EPHRAIM, Utah — Utah State University Ephraim is pleased to announce the addition of Julie Stevens to the campus faculty. Stevens joins USU Ephraim as an assistant professor of Social Work, working in USU’s Department of Sociology, Social Work and Anthropology in the College of Humanities & Social Sciences.
“We are thrilled to have Julie join The Department of Social Work and partner with USU Ephraim,” Jess Lucero, department head and associate professor of social work shared. “The demand for social workers in central Utah continues to grow, and Julie will be instrumental in expanding the behavioral health workforce to meet these critical community needs. Julie has deep roots in the six-county area. Her connection to indigenous communities and culture and her expertise in school social work add exciting dimensions to our faculty.”
Stevens joins USU Ephraim after working for four years as a school-contracted mental health therapist at the Central Utah Counseling Center, which she began after completing her graduate degree. During her schooling, Stevens also worked as an intern at the Central Utah Correctional Facility. In her time in Logan, Stevens also was an intern at the Juvenile Probation – Mental Health Court. Stevens has been a member of the National Association of Social Workers since 2015.
“I am very excited about Julie bringing her expertise to communities in Central Utah,” said Nancy Glomb, Associate Vice President. USU Ephraim is happy to support her important work.”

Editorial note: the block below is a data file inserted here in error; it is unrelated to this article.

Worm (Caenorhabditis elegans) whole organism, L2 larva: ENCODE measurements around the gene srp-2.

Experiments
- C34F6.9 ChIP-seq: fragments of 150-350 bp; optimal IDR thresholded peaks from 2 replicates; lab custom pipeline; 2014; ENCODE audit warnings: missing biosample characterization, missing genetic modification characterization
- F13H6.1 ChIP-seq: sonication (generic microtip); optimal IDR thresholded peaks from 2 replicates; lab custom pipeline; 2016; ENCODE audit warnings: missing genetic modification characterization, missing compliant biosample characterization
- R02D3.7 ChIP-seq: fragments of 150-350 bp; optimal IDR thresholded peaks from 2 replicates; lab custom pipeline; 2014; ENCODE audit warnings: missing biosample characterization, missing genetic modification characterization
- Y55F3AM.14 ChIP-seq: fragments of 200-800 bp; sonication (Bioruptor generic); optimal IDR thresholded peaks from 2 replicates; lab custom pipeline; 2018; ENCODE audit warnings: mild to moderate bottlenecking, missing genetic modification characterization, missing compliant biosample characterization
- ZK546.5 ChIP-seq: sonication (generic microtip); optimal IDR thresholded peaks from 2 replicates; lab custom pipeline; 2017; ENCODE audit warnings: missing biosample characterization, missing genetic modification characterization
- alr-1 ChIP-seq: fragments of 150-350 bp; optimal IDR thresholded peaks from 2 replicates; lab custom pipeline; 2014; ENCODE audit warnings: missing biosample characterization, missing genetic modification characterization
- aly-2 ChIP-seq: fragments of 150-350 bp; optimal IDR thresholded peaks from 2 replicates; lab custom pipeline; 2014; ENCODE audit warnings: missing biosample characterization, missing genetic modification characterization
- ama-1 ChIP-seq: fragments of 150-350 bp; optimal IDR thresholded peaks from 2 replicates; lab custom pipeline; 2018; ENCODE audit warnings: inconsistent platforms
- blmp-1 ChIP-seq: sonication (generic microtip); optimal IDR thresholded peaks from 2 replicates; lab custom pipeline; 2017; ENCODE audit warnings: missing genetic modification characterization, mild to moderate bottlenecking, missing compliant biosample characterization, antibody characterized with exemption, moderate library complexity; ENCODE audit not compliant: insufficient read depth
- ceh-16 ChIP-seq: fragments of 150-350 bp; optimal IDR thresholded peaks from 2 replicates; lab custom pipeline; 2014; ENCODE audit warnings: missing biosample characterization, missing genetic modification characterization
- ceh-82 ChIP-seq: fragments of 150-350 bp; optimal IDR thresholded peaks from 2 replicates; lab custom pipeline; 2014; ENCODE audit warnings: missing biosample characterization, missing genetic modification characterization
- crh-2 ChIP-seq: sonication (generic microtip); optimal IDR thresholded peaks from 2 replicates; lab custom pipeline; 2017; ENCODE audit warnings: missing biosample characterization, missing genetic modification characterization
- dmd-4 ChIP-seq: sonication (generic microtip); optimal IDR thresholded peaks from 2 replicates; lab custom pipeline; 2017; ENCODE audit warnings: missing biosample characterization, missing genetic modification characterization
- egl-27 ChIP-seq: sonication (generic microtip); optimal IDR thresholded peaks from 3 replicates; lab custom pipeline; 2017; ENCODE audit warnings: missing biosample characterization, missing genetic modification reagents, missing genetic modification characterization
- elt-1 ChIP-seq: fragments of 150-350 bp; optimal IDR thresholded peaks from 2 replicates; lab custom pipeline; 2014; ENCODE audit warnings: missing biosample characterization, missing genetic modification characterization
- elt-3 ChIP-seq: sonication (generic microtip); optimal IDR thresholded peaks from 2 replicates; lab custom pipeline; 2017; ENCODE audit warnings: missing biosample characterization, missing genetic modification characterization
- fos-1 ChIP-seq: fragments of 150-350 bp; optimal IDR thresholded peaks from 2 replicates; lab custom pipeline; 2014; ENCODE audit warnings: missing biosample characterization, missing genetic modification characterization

Stevens is a graduate from USU, earning a Bachelor of Science degree in Social Work with a minor in Psychology in 2016. Stevens would go on to earn a Master of Social Work degree from the University of Utah in 2017.
"I am passionate about social work and the perspective it can bring to communities. I am excited about this position, since we are expanding our ability to serve rural Utah. I hope to bring resources closer to those individuals seeking further education and collaborate with community partners in the 6-county area,” Stevens shared. “I look forward to seeing the social workers who come out of our program work in their communities and respond to what were previously unmet needs. The hope is to bring education to those who are established in rural areas so they can create connections within their communities to best serve them."
Prior to her work in social work, Stevens worked as both a surgical assistant in Hawaii and as an ICU clinical assistant in Texas. She then worked as an English teacher in Japan for more than three years. During her time as an undergraduate student, she worked in customer service and as a paraprofessional.
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